In Part Three we had just been introduced to the "Bird" series of names and then unfortunately found we had reached a low point with regard to the unsightly livery that was then applied to engines Nº4483, 4484, 4485, 4486 and 4487. The "Bird" names looked set to continue when engine Nº 4488 was dispatched to the paint shop on 17/4/1937 with Osprey nameplates, and the assumption was that the awful Black & Green livery would also continue. However Nº4488 seemed to disappear and Nº4489 left the Works on 4/5/1937 in a livery of all-over Shop Grey with White lining to the cladding bands, this somewhat drab finish gained some colour as the wheels had been painted Apple Green. Nº4489 ran in this guise until recalled to the Works on 17/5/1937. By this date it had been announced that a new streamlined service was to be operated between London and Edinburgh, to be called the Coronation in celebration of the Coronation of King George VI, and it had been decided that the next five engines would receive a special livery to match up with the new coaching stock that had been built for this service. Nº 4488 was still in the paint shop, the story being that it was being used to test various paint schemes in order to arrive at a suitable "Royal" livery. In keeping with the Imperial tone set by the title of the train it was decided that the engines were to carry the names of the major constituents of the British Empire, so on 15/6/1937 Nº4489 re-emerged from the Works resplendent in Garter Blue with Coronation Red wheels. The streamlined front was finished in Black and taken round the sides of the smokebox and finished in a narrow parabolic curve (similar to the one first seen on No 4482), with narrow Red and White lines, following the curve, between the Blue and the Black. ( See Figure 4.)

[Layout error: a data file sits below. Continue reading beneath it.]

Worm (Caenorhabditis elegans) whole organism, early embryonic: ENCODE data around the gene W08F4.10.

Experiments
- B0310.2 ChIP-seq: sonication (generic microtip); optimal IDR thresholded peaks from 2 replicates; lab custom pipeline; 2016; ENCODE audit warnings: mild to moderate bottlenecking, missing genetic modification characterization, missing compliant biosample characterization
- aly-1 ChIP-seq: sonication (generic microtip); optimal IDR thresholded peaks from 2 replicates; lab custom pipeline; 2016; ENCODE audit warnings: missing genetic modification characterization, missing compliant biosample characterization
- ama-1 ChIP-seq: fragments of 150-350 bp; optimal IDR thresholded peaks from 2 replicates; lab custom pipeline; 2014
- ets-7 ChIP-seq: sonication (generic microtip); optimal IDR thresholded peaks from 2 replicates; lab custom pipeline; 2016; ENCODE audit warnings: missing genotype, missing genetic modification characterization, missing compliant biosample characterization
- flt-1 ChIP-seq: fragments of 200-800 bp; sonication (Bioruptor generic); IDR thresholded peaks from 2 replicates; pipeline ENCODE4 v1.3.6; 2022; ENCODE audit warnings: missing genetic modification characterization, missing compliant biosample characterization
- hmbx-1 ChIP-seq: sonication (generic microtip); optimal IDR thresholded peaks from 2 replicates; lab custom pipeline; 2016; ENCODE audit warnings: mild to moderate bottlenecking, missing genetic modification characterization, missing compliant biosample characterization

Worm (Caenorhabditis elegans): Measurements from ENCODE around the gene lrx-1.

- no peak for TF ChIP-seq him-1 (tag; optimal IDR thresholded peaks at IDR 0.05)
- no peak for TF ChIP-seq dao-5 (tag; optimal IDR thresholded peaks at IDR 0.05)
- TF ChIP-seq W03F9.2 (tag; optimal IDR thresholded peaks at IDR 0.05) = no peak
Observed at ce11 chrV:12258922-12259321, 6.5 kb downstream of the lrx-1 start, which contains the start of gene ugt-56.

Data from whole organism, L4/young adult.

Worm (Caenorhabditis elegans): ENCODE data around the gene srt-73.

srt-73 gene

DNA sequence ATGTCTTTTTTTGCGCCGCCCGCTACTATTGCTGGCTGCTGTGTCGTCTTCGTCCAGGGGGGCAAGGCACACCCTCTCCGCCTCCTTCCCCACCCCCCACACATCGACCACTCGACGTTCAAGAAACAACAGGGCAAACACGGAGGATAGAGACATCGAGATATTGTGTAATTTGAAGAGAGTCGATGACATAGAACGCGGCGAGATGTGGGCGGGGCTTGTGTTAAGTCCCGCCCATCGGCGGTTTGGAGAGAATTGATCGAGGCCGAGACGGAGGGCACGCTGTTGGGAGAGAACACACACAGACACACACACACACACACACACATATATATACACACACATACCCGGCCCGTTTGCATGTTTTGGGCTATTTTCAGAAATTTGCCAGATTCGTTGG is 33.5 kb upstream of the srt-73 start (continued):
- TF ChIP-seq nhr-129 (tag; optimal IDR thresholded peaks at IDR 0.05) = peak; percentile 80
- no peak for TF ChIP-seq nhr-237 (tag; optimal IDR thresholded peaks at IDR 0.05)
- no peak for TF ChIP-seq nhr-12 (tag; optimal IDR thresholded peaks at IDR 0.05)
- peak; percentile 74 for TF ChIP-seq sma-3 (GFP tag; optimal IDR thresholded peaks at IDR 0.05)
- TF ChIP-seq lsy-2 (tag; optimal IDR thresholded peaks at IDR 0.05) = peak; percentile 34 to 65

The engine had been re-named Dominion of Canada borne on chromium plated nameplates fixed to each side of the smokebox, the engine number and company initials were displayed in 12 inch high stainless steel cut-out numerals and letters on the cabside and tender respectively. A 2 inch wide stainless steel strip was fixed along the bottom edge of the aerofoil casing and also along the bottom edge of the tender. Rectangular metal plates bearing the Canadian coat of arms were fixed to the cab sides below the running number, this left no room to fix the Works building plates, so these were fixed inside the cab roof. All the handrails were allegedly chromium plated, but could have been stainless steel, I have not been able to confirm which was the one used. Still no signs of Nº 4488, next out of Works was Nº4491 carrying the name Commonwealth of Australia, followed by Nº4490 Empire of India, then Nº4492 Dominion of New Zealand, and finally 63 days after disappearing into the paint shop Nº4488 re-emerged as Union of South Africa. All bearing the coats of arms of their respective countries on their cabsides. I cannot imagine that it took so long just to sort out a paint scheme, was there some mechanical problem, or was it just that it got trapped at the back of the paint shop, and it was easier to paint the other engines and get them out and into traffic, rather than waste time doing a complicated shunt to free the one engine?? There must be an explanation but I have not found any documentary evidence so far, that even hints at what happened. The dates previously shown in the Locomotive Building Table in Part Two of this series (and above) for engines Nº4488, 4489, 4490, 4491, and 4492, are now known to be when the engines entered revenue earning traffic after their official naming ceremonies, certainly Nos. 4489, 4491,and latterly 4488 were doing running in turns, with the nameplates covered, for periods varying from one to two and a half weeks before the dates shown.